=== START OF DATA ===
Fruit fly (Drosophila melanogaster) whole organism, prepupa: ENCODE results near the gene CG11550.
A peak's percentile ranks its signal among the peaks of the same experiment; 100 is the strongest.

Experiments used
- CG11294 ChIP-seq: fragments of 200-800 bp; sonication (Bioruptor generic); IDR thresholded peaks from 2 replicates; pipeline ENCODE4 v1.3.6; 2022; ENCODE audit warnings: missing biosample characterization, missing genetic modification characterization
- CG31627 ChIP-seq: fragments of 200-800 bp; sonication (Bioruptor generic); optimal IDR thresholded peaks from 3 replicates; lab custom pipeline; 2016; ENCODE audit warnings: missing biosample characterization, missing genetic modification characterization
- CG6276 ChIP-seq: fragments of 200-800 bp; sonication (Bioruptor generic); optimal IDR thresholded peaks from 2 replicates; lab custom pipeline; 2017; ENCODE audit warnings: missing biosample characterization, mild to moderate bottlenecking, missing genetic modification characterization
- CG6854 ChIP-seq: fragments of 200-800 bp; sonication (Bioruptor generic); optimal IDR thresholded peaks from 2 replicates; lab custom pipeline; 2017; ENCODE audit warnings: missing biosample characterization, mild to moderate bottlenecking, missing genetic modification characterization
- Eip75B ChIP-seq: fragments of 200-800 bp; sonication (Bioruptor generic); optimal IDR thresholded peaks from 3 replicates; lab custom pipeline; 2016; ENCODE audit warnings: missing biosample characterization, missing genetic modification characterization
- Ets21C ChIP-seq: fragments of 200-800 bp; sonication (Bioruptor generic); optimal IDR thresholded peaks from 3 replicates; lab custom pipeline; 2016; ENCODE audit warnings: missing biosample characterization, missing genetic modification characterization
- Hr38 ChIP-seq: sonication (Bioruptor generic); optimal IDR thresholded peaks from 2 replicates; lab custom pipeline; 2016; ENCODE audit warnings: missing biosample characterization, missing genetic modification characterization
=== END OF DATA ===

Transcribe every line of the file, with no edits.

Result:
Fruit fly (Drosophila melanogaster) whole organism, prepupa: ENCODE results near the gene CG11550.
A peak's percentile ranks its signal among the peaks of the same experiment; 100 is the strongest.

Experiments used
- CG11294 ChIP-seq: fragments of 200-800 bp; sonication (Bioruptor generic); IDR thresholded peaks from 2 replicates; pipeline ENCODE4 v1.3.6; 2022; ENCODE audit warnings: missing biosample characterization, missing genetic modification characterization
- CG31627 ChIP-seq: fragments of 200-800 bp; sonication (Bioruptor generic); optimal IDR thresholded peaks from 3 replicates; lab custom pipeline; 2016; ENCODE audit warnings: missing biosample characterization, missing genetic modification characterization
- CG6276 ChIP-seq: fragments of 200-800 bp; sonication (Bioruptor generic); optimal IDR thresholded peaks from 2 replicates; lab custom pipeline; 2017; ENCODE audit warnings: missing biosample characterization, mild to moderate bottlenecking, missing genetic modification characterization
- CG6854 ChIP-seq: fragments of 200-800 bp; sonication (Bioruptor generic); optimal IDR thresholded peaks from 2 replicates; lab custom pipeline; 2017; ENCODE audit warnings: missing biosample characterization, mild to moderate bottlenecking, missing genetic modification characterization
- Eip75B ChIP-seq: fragments of 200-800 bp; sonication (Bioruptor generic); optimal IDR thresholded peaks from 3 replicates; lab custom pipeline; 2016; ENCODE audit warnings: missing biosample characterization, missing genetic modification characterization
- Ets21C ChIP-seq: fragments of 200-800 bp; sonication (Bioruptor generic); optimal IDR thresholded peaks from 3 replicates; lab custom pipeline; 2016; ENCODE audit warnings: missing biosample characterization, missing genetic modification characterization
- Hr38 ChIP-seq: sonication (Bioruptor generic); optimal IDR thresholded peaks from 2 replicates; lab custom pipeline; 2016; ENCODE audit warnings: missing biosample characterization, missing genetic modification characterization